He does not anoint plans, but men -- men of prayer. A prepared heart will make a prepared sermon. He will never talk well and with real success to men for God who has not learned well how to talk to God for men. Men are God's method. The Church is looking for better methods; God is looking for better men.
Praying, true praying, costs an outlay of serious attention and of time, which flesh and blood do not relish. The ability to wait, and stay, and press belongs essentially to our intercourse with God. Prayer is no petty duty, put into a corner; no piecemeal performance made out of the fragments of time which have been snatched from business and other engagements of life; but it means that the best of our time, the heart of our time and strength must be given. Calmness, grasp, strength, are never the companions of hurry.
Without unction or heart, they fall like a killing frost on all the graces of worship. Death-dealing prayers they are. Every vestige of devotion has perished under their breath.
The deader they are the longer they grow. Hearty, heroic, compassionate, fearless martyrs must the men be who take hold of and shape a generation for God. If they be timid time servers, place seekers, if they be men pleasers or men fearers, if their faith has a weak hold on God or his Word, if their denial be broken by any phase of self or the world, they cannot take hold of the Church nor the world for God. The preacher's sharpest and strongest preaching should be to himself.
His most difficult, delicate, laborious, and thorough work must be with himself. The training of the twelve was the great, difficult, and enduring work of Christ. Preachers are not sermon makers, but men makers and saint makers, and he only is well-trained for this business who has made himself a man and a saint. It is not great talents nor great learning nor great preachers that God needs, but men great in holiness, great in faith, great in love, great in fidelity, great for God -- men always preaching by holy sermons in the pulpit, by holy lives out of it.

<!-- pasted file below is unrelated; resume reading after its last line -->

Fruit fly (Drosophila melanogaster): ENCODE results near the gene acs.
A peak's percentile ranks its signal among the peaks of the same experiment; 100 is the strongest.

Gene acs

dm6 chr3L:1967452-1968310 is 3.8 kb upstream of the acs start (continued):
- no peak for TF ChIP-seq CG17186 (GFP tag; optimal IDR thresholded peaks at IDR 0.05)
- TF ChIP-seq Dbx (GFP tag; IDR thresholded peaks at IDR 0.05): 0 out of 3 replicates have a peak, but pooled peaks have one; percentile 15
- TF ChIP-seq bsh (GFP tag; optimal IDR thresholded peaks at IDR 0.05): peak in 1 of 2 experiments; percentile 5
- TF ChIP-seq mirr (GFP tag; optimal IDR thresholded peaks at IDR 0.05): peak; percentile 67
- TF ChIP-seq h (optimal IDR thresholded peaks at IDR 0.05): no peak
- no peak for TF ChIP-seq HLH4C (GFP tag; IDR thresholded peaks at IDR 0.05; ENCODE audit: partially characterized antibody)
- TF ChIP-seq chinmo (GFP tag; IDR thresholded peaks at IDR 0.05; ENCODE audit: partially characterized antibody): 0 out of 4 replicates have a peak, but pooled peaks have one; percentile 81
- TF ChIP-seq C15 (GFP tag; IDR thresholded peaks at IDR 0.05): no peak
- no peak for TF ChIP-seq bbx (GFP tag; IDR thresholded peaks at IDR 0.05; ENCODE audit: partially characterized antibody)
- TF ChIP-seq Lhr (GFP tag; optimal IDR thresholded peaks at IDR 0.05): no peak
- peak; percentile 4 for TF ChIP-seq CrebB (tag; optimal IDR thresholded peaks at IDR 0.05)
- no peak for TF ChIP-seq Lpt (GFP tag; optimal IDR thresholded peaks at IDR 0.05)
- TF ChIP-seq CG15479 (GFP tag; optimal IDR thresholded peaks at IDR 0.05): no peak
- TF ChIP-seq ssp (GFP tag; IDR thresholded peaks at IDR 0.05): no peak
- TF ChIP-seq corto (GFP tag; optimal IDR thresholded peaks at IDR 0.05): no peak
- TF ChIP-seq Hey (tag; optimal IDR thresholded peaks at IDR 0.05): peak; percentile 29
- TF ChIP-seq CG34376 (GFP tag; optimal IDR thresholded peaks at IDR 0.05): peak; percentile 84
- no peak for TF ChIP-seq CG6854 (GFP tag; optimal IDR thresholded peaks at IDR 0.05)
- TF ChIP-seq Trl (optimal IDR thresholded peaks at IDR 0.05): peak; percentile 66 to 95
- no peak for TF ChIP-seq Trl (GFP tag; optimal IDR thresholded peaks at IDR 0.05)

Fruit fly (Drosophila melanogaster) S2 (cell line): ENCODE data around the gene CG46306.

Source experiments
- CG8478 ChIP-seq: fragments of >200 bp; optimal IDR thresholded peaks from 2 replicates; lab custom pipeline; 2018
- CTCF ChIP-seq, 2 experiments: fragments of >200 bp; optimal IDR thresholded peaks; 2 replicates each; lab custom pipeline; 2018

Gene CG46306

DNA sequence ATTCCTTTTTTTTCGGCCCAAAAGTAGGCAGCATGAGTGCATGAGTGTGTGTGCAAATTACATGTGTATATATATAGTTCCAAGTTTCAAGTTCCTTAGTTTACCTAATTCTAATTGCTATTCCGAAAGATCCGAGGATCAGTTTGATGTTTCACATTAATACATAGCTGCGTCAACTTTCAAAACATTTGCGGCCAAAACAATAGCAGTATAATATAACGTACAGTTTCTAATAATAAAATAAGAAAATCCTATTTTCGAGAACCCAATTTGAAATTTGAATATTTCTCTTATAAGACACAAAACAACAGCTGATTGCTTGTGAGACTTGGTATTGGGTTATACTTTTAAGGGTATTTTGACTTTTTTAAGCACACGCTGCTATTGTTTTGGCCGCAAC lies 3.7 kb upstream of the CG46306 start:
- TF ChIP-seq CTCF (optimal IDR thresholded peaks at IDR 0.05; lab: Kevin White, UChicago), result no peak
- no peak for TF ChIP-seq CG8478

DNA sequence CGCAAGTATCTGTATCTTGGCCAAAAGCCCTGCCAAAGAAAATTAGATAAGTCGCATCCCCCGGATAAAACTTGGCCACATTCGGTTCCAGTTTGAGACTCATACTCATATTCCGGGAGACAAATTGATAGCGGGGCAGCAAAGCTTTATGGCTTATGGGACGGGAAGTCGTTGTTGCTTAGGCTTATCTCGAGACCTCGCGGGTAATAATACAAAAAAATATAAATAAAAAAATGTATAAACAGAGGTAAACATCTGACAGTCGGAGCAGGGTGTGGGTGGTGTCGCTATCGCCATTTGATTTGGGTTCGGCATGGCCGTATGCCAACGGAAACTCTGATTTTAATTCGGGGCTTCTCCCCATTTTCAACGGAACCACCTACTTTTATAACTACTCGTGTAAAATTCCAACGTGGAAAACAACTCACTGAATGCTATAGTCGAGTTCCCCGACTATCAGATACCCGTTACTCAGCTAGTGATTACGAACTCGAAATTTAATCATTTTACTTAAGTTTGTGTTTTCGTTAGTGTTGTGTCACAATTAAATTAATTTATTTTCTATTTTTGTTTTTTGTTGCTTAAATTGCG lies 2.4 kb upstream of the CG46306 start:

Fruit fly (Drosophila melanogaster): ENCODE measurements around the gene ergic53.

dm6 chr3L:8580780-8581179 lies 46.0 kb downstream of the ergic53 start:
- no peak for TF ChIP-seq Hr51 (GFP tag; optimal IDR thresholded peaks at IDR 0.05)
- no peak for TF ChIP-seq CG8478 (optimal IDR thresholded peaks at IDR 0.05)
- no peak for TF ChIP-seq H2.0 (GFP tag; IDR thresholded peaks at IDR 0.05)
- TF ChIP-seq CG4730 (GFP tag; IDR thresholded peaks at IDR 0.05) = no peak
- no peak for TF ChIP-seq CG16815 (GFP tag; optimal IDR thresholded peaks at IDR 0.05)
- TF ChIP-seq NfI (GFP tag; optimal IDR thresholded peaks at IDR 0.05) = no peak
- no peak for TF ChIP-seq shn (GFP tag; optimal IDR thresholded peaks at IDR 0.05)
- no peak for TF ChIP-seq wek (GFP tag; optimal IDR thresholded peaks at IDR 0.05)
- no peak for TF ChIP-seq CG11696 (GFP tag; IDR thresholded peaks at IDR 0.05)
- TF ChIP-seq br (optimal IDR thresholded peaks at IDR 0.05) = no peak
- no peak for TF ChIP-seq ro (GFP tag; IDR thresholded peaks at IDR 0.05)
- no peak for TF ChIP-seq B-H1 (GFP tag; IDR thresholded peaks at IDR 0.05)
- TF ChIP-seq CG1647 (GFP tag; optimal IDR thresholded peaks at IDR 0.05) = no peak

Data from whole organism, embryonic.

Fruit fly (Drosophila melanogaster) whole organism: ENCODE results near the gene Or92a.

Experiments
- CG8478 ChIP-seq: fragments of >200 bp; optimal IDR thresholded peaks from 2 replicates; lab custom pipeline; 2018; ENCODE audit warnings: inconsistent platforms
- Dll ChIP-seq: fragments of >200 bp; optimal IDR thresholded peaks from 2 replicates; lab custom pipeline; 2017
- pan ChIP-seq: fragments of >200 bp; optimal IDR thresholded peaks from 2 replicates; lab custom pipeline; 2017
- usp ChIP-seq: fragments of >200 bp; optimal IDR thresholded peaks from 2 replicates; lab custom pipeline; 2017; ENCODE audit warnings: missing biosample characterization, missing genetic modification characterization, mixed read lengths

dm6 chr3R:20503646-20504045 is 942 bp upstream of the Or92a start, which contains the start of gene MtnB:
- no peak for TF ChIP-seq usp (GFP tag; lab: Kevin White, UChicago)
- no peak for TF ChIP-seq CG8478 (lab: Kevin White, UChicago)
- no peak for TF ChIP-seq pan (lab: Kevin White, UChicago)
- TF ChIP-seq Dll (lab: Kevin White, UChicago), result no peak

These can mold a generation for God. After this order, the early Christians were formed. Men they were of solid mold, preachers after the heavenly type -- heroic, stalwart, soldierly, saintly. Preaching with them meant self-denying, self-crucifying, serious, toilsome, martyr business. They applied themselves to it in a way that told on their generation, and formed in its womb a generation yet unborn for God.
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The preaching man is to be the praying man. Prayer is the preacher's mightiest weapon. An almighty force in itself, it gives life and force to all. The real sermon is made in the closet. The man -- God's man -- is made in the closet. His life and his profoundest convictions were born in his secret communion with God.
The burdened and tearful agony of his spirit, his weightiest and sweetest messages were got when alone with God. Prayer makes the man; prayer makes the preacher; prayer makes the pastor. The pulpit of this day is weak in praying. The pride of learning is against the dependent humility of prayer. Prayer is with the pulpit too often only official -- a performance for the routine of service.
Prayer is not to the modern pulpit the mighty force it was in Paul's life or Paul's ministry. Every preacher who does not make prayer a mighty factor in his own life and ministry is weak as a factor in God's work and is powerless to project God's cause in this world. THE sweetest graces by a slight perversion may bear the bitterest fruit. The sun gives life, but sunstrokes are death. Preaching is to give life; it may kill.
The preacher holds the keys; he may lock as well as unlock. Preaching is God's great institution for the planting and maturing of spiritual life. When properly executed, its benefits are untold; when wrongly executed, no evil can exceed its damaging results. It is an easy matter to destroy the flock if the shepherd be unwary or the pasture be destroyed, easy to capture the citadel if the watchmen be asleep or the food and water be poisoned.